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Some of West Volusia’s best-kept secret economic drivers are hidden away in hangars across DeLand Municipal Airport. Two such booming small businesses are jammed into a plain-fronted hangar on Biscayne Boulevard on the airport grounds.

Alex Rolinski builds ultralight Aero Aviation seaplanes, finished or in kit form, while Bryan Tittle has created a high-tech, stand-alone flight instrument gadget called a WingBug, which has won awards for its innovative design.

Both the innovative seaplanes and the WingBug will be displayed at the Nov. 1-3 Sport Aviation Showcase right on their home field.

“This is a very good, cost-effective show for us, since we live here and know the airspace,” Rolinski enthused.

He and his five employees have a hangar full of new and reconditioned seaplanes, but he hopes to sell only two planes at the show itself.

“If we sold more than two, we’d have to take orders for next-summer delivery, since we’re booked up to next June deliveries already,” he added. His Aventura kit seaplane can sell for between $60,000 and $70,000, depending on accessories. If you want a completed plane, it will cost close to $100,000.

Tittle operates his Straight and Level Technologies LLC to build and sell the elegantly sleek, small WingBug, which is attached to a sport plane’s wing and feeds data from several miniature digital sensors to a cockpit iPad. In a housing designed to be clamped to a wing strut, and weighing less than 12 ounces, is every flight instrument needed to operate an ultralight or to back up existing instruments in any sport aviation plane.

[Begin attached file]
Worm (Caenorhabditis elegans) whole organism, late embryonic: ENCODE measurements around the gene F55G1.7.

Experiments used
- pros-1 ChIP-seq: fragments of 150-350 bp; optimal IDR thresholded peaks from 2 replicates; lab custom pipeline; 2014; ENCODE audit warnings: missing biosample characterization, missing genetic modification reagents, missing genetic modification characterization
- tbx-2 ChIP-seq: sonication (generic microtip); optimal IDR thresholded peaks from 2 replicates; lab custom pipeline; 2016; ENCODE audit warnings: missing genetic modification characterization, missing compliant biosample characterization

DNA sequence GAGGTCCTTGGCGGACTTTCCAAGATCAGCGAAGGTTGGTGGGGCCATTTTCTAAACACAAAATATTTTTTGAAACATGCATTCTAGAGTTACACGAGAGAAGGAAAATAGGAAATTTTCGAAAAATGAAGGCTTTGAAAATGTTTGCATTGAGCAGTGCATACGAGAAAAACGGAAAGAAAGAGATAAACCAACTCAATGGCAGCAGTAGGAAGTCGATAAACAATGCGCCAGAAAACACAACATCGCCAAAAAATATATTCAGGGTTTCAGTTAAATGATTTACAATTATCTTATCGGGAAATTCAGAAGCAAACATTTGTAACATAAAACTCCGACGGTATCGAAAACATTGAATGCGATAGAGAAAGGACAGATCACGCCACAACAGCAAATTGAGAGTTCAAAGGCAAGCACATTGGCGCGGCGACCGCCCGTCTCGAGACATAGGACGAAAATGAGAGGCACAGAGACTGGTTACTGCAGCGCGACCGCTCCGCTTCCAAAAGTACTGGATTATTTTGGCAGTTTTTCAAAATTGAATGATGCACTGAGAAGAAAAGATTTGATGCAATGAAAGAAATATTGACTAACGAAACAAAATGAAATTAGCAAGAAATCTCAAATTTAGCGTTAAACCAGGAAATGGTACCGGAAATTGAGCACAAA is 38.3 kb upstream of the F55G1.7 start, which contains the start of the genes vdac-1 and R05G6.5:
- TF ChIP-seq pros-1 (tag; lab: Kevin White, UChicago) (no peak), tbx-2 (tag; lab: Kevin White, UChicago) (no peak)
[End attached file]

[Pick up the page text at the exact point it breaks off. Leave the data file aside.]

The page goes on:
Their WingBug has won an Innovation design award from the Experimental Aircraft Association, and a free display booth at the famous Oshkosh (Wisconsin) air show this summer. Along with all required flight instruments, WingBug’s GPS can reproduce a pilot’s training flight pattern to aid training, or provide the records needed for an experimental aircraft’s certification. Tittle hopes to sell upward of 200 units at the November Showcase event, and already has WingBugs installed on planes around the world.

To accommodate their fast-growing businesses, Rolinski and Tittle are leasing one of the six new hangars in the Municipal Airport’s Sport Aviation Village, which currently is under construction on the east side of the airfield.

“We are expanding into a new 10,000-square-foot hangar, and we hope by next year’s Showcase we can be moved in and hosting customers in our expanded facilities for both the seaplanes and WingBugs,” Tittle said.

Both entrepreneurs agreed that DeLand Municipal Airport is ideal for businesses like theirs, citing the concentration of similar businesses, two restaurants on airport grounds, and the annual Sport Aviation Showcase, at which they have exhibited in both of its two previous years.


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